UK man ‘obsessed’ with Muslims accused of deadly ramming attack outside mosque
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UK man ‘obsessed’ with Muslims accused of deadly ramming attack outside mosque

Darren Osbourne standing trial for murder of Makram Ali, 51, by driving van into a group of people in London’s Finsbury Park

A police cordon at the site of a ramming attack near Finsbury Park Mosque in north London, June 19, 2017 (Yui Mok/PA, File via AP)
A police cordon at the site of a ramming attack near Finsbury Park Mosque in north London, June 19, 2017 (Yui Mok/PA, File via AP)

LONDON, United Kingdom — A British man “obsessed” with Muslims deliberately drove into a group outside a mosque in an act of terrorism intended to kill as many as possible, a UK court heard Monday.

Darren Osborne is accused of murdering 51-year-old Makram Ali and trying to kill others in the Finsbury Park area of north London in June last year, after growing angry at recent terror attacks and child sexual exploitation scandals involving gangs of mainly Muslim men.

Osborne, 48, from the Welsh capital Cardiff, denies the charges.

Opening the case against him in his trial at Woolwich Crown Court in southeast London, prosecutor Jonathan Rees said Osborne deliberately drove a van at a group of Muslims who had been attending Ramadan prayers at local mosques.

Rees said Osborne was trying to kill “as many of the group as possible.”

The van used in an attack on pedestrians in Finsbury Park area of north London, June 19, 2017. (AFP Photo/Daniel Leal-Olivas)

Osborne had been living with his partner Sarah Andrews and their four children in Cardiff, said Rees.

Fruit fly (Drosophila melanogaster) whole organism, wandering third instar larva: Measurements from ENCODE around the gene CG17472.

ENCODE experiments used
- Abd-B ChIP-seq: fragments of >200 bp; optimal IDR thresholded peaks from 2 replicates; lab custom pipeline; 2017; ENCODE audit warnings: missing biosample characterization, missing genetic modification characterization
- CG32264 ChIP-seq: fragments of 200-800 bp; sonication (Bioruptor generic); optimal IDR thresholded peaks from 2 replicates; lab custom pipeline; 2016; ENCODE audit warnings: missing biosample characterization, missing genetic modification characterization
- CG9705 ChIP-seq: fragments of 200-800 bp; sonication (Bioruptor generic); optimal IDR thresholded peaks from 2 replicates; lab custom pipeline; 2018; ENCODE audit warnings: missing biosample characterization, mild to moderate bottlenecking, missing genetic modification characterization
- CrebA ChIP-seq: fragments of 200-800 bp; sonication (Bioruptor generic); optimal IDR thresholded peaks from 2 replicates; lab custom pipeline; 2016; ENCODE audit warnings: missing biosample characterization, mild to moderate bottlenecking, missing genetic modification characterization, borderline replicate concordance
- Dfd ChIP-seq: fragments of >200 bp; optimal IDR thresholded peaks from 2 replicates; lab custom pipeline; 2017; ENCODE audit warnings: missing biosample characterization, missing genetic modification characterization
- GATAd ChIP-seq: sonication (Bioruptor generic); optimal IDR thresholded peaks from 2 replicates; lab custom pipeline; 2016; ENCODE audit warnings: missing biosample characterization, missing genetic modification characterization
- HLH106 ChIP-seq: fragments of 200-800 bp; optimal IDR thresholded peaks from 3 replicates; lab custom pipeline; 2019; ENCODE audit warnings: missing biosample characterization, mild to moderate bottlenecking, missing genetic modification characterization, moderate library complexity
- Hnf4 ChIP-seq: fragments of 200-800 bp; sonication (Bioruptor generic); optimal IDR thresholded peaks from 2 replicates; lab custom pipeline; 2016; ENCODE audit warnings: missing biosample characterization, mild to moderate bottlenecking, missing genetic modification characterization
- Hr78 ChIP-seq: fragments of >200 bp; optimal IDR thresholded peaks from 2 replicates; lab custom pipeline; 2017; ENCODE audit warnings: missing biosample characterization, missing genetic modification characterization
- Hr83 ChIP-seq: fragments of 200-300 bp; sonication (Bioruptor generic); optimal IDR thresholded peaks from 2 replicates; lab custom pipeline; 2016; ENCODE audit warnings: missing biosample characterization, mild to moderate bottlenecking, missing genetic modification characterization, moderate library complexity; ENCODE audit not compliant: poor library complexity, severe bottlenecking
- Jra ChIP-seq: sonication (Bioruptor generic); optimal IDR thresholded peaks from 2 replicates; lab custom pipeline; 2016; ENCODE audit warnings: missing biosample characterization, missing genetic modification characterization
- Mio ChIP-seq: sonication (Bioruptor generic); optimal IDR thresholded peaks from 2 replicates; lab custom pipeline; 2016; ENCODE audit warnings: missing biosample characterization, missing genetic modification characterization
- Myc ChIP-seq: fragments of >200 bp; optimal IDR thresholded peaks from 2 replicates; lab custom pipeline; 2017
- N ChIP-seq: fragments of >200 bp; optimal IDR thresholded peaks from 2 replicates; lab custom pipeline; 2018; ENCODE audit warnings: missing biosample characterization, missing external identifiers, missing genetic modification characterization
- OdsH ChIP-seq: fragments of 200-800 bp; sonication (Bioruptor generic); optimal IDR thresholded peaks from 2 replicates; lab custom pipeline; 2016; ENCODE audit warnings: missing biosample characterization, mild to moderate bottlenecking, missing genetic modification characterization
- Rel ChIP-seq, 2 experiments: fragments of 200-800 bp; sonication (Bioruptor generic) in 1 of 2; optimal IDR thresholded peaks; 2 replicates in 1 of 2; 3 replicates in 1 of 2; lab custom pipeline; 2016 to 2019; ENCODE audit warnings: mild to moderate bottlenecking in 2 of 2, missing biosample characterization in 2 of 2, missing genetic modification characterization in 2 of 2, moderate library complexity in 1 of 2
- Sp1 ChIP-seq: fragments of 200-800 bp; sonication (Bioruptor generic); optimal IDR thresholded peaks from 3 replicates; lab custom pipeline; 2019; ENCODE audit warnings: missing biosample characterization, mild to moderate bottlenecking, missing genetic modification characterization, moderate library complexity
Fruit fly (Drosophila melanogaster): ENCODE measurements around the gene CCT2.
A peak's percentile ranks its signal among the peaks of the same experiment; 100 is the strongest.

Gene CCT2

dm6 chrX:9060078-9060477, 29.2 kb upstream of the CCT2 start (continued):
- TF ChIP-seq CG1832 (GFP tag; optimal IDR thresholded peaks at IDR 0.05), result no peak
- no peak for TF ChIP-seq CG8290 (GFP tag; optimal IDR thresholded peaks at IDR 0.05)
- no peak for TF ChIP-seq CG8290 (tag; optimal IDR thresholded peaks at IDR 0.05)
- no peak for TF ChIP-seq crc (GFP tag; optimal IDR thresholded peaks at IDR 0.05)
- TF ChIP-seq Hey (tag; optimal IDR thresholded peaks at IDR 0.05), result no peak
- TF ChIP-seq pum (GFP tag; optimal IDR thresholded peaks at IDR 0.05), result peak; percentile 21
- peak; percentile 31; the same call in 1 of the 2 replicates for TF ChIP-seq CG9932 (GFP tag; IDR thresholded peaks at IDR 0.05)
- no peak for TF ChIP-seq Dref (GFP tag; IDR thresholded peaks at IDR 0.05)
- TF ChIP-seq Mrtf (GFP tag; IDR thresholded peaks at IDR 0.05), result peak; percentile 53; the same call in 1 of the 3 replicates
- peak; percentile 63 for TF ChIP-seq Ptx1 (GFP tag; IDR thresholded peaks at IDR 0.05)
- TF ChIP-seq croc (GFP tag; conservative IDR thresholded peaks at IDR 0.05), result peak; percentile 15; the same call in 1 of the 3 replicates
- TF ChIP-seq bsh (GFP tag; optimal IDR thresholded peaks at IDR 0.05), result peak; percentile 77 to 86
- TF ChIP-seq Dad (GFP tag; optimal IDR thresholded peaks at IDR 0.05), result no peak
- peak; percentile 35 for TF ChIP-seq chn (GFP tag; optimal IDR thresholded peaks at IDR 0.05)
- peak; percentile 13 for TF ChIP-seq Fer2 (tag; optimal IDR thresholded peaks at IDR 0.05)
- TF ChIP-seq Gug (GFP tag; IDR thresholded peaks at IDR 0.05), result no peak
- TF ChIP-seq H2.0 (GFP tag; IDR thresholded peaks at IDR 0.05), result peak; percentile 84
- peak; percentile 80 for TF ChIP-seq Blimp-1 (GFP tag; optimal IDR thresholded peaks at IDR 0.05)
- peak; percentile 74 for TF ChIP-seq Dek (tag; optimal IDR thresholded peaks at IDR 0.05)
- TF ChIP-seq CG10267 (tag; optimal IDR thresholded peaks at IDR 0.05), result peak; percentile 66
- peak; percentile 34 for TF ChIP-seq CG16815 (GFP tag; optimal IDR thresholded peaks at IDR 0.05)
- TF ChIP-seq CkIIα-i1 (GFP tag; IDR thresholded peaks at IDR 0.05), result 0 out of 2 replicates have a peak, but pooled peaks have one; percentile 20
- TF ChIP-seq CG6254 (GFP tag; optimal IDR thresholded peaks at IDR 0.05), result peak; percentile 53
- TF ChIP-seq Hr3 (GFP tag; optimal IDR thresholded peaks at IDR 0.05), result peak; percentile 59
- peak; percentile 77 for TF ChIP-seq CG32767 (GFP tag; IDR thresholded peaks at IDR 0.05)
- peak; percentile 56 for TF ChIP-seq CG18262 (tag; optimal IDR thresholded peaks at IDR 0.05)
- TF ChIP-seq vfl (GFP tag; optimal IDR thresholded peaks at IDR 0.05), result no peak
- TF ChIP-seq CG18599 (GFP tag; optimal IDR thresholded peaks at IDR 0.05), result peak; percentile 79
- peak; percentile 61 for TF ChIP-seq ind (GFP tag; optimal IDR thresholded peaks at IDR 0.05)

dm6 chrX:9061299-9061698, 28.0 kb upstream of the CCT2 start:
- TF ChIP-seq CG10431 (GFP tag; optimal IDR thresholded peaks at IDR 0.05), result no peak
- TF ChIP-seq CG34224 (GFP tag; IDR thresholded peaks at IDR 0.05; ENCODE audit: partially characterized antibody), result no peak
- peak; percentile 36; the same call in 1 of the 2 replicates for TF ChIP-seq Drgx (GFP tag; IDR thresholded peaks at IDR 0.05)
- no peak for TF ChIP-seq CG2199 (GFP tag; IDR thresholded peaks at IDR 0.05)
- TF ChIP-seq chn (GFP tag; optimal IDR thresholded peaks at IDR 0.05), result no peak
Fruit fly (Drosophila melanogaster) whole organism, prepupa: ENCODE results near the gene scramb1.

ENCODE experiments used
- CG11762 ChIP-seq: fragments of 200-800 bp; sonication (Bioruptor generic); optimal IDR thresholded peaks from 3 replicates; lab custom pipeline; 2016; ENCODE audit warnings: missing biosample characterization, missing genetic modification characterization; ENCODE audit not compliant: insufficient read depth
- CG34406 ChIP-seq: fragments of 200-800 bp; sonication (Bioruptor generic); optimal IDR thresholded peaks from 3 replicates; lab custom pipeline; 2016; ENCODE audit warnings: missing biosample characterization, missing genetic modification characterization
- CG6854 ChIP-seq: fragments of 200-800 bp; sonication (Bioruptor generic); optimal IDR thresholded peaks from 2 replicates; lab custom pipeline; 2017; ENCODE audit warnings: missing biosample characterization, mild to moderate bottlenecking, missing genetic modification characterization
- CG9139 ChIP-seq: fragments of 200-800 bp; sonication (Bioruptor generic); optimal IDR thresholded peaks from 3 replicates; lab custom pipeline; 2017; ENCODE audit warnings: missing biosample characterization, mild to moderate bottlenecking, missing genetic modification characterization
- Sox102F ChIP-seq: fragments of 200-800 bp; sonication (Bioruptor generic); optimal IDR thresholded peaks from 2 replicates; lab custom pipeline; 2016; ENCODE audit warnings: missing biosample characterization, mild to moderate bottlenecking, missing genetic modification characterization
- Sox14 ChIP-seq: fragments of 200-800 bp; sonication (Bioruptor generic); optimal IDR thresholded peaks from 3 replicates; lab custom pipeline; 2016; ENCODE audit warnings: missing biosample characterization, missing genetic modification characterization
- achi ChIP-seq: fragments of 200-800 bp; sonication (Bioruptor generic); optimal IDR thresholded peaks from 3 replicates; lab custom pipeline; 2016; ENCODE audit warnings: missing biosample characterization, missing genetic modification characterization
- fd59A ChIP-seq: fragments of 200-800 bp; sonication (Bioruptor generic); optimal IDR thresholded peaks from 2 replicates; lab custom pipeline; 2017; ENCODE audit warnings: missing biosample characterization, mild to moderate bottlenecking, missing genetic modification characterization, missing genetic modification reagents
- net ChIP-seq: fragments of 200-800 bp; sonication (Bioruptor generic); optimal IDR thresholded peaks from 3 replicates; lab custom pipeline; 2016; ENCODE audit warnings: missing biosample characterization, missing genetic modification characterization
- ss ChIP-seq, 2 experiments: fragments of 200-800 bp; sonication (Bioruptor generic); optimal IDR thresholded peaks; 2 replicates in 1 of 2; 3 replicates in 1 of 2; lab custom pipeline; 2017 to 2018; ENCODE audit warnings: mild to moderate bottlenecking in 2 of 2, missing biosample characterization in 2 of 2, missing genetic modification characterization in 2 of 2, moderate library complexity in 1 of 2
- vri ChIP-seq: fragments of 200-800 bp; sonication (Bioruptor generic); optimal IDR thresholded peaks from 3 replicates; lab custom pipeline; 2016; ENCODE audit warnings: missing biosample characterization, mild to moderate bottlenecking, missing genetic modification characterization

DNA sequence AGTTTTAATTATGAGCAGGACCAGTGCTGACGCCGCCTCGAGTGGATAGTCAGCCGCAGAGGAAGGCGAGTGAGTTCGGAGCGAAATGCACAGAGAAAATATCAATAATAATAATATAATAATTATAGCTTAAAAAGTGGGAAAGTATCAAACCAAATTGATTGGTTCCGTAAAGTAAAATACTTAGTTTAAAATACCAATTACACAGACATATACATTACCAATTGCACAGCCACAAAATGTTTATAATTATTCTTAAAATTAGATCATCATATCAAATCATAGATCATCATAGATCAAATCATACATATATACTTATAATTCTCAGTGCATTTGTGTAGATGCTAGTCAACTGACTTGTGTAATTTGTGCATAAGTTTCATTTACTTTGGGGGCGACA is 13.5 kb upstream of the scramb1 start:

Andrews said Osborne has an “unpredictable temperament, is a “loner and a functioning alcoholic” and suffers from depression, the prosecutor told the court. She said Osborne “had become obsessed with Muslims” in the weeks leading up to the incident.

Rees told jurors that Andrews said the catalyst for his obsession appeared to have been a May 2017 television drama based on the true stories of victims of Rochdale grooming gangs, which comprised men of mainly Pakistani origin.

The terror attacks at the Manchester Arena and London Bridge then seemed to her to “fuel the rage inside him,” Rees said.

‘Act of extreme violence’

The prosecutor read out a handwritten note found in the van with Osborne’s fingerprints on it. It complained about “terrorists on our streets” and child sexual exploitation in Rotherham, a separate scandal not featured in the television drama.

“Don’t people get it? This is happening up and down our green and pleasant land,” Rees said, reading the note, which contained derogatory statements aimed at Muslims. “Islam’s ideology doesn’t belong here and neither does sharia law.”

Rees told the jury Osborne seemed to feel that not enough was being said or done to counter terrorism and the grooming gangs. “He planned to make a public statement by killing Muslims.”

On the weekend prior to the attack, the defendant was heard by witnesses, including a serving soldier, “preaching racial hatred” in a pub.

People stopping to read tributes placed in the Finsbury Park area of north London for the victims of a alleged van attack on pedestrians nearby, June 20, 2017. (AFP Photo/Tolga Akmen)

Speaking with “passion and anger,” he is said to have told the serviceman: “I’m going to kill all the Muslims, Muslims are all terrorists.”

Immediately following the deadly incident, the court heard that a number of men who tried to prevent Osborne’s escape — pinning him to the ground — reported he was “constantly smiling” and said “I want to kill more Muslims.”

After he had been detained, the defendant allegedly added: “I’ve done my job, you can kill me now,” the prosecutor told the jury.

While Osborne has not been charged with a terrorist offence, the prosecution consider that the note and comments he made after his detention “establish that this act of extreme violence was, indeed, an act of terrorism,” said Rees.

The trial is expected to last two weeks.

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